Timothy’s Climate Story
Rockville, Maryland, 20850
How are you sensing climate change?
It was like any other mid December day. I was home from winter break, the smell of freshly burned gingerbread cookies wafting lazily through my living room as my four year old cousin engaged in enthusiastic conversation with my dog. I was splayed out on my couch watching TLC catatonically, as any good college student would given some respite from school.
“Look, Tim, Snow! Snow!”, my cousin yelled as he jumped up and down, trying ever so hard to catch one more glimpse of the falling snowflakes.
“Yea Daniel, snow, would you look at that”, I replied, still fixated on whether she’d actually say yes to the 15th dress.
My cousin went on. “Snow!!! It’s snow Tim! It’s like we’re in Ice Age!” At this point he was almost tearing up he was so ecstatic. “We need to go outside and play!”
What, this excited over like an eighth inch of snow? I thought to myself. Whatever, it’s probably a four year old thing, I wouldn’t get it”
I put on some snow boots, zipped up Daniel’s puffy Michelin-man winter coat, and headed outside with him. The instant we stepped outside, Daniel dove to the ground and started making snow angels. Attempted is probably the better word here, as there wasn’t enough snow to cover our freshly mowed lawn.
“Tim, have a snowball fight with me!” Daniel shrieked as he tried to gather all the snow he could. Every time he would clasp some in his hand, it would instantly melt.
He kept trying, and trying, and trying, eventually getting so frustrated that tears started streaming down his face, this time tears of frustration and not joy.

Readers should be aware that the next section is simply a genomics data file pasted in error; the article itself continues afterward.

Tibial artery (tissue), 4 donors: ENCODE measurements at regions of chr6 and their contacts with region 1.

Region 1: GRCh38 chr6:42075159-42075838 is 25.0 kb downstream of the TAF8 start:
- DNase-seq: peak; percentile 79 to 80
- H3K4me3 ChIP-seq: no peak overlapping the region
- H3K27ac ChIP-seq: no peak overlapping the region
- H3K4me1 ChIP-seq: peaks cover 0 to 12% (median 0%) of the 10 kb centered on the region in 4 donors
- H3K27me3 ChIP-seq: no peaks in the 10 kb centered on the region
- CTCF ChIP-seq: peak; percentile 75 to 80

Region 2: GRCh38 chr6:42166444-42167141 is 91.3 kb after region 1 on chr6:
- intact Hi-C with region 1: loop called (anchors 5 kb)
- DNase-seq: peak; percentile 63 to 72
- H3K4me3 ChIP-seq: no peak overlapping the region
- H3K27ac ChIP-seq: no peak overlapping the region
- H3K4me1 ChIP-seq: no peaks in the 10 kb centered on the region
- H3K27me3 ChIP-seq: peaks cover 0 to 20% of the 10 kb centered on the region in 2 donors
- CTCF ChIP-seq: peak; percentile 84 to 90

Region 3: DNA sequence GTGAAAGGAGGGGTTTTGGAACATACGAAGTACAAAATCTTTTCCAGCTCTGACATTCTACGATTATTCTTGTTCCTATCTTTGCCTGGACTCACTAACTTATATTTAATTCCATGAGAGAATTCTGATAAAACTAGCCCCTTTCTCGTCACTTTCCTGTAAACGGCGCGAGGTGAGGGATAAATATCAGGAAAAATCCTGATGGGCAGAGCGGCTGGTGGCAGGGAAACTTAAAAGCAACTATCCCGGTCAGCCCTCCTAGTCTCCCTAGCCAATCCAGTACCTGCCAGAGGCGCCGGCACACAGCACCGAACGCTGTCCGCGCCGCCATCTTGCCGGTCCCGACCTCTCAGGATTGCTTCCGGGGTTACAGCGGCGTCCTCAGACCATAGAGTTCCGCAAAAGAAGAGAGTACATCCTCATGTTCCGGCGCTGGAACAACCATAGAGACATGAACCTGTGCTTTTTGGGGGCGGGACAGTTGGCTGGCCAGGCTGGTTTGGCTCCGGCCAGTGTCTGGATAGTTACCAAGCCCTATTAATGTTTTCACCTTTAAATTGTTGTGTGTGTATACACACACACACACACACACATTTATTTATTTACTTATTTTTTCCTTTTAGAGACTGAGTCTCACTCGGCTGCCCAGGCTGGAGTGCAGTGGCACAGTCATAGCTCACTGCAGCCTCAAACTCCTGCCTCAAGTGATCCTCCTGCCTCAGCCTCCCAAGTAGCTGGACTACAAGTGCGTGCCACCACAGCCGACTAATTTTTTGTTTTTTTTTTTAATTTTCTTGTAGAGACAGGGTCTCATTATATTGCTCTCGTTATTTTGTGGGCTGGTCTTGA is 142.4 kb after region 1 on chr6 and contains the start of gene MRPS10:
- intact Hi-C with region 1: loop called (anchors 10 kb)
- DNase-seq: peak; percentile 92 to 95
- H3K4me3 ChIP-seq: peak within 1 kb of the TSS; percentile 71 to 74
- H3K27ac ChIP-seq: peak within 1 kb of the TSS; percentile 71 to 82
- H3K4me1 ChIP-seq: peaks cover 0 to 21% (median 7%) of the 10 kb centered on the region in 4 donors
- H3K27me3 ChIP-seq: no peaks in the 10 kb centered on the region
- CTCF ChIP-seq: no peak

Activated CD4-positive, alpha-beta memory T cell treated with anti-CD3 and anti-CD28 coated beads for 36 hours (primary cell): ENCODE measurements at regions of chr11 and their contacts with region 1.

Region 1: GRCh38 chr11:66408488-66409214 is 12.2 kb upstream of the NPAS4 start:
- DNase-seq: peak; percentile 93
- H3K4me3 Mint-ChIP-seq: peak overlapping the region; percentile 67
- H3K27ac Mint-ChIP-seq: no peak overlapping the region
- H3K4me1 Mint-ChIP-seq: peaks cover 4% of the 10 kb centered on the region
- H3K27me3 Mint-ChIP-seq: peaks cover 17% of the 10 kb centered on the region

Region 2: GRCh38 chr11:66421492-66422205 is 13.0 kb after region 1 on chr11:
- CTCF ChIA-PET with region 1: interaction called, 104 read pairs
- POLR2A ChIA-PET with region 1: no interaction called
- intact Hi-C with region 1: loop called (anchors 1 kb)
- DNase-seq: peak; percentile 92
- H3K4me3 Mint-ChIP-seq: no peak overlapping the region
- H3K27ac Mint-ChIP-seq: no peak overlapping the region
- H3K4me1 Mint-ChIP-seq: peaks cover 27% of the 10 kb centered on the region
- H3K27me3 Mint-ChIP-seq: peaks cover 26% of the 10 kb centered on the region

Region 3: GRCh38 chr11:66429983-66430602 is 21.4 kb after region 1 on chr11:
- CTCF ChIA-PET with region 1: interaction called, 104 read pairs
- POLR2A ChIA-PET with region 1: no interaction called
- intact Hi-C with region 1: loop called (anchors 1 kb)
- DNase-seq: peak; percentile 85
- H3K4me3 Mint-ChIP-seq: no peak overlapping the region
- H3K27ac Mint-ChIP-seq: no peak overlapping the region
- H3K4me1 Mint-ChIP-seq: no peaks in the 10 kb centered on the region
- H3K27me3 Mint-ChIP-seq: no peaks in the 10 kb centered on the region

Then it finally hit me.
Last winter in Maryland, it hadn’t snowed hard enough a single time to cancel school, make a snowman, have a snowball fight, or even coat our driveway without it melting an hour later. The year before that, it might’ve snowed more, but Daniel was much too young to remember. In essence, this pathetic flurry was the most snow he’d seen with his own two eyes.
When I was the same age as Daniel, I remember blizzards that would cancel school for a week, snow so high that my dad and I would make igloos out of them, snow so heavy I could sink waist deep. Core memories that don’t just pale in comparison, they hurt.
And here’s little Daniel, surgically harvesting snow off blades of grass to make a snowball.
How do these changes make you feel?
Obviously, in terms of consequences of climate change, some little kid not being able to roll a snowball is nothing compared to the wildfires, floods, water level rises, and all the other catastrophes that humans across the globe face today. But more than anything, this experience gives me this odd nostalgic-but-fatalist feeling that so much of what I’ve experienced as a child will never be experienced again by kids of today and tomorrow. It’s incredibly sad. I’d like to say that I also feel hopeful that things will get better, that perhaps my kids may be able to sled down the hill in my backyard, but frankly I don’t feel hopeful at all from reminiscing on this story.
Rockville, Maryland 20850
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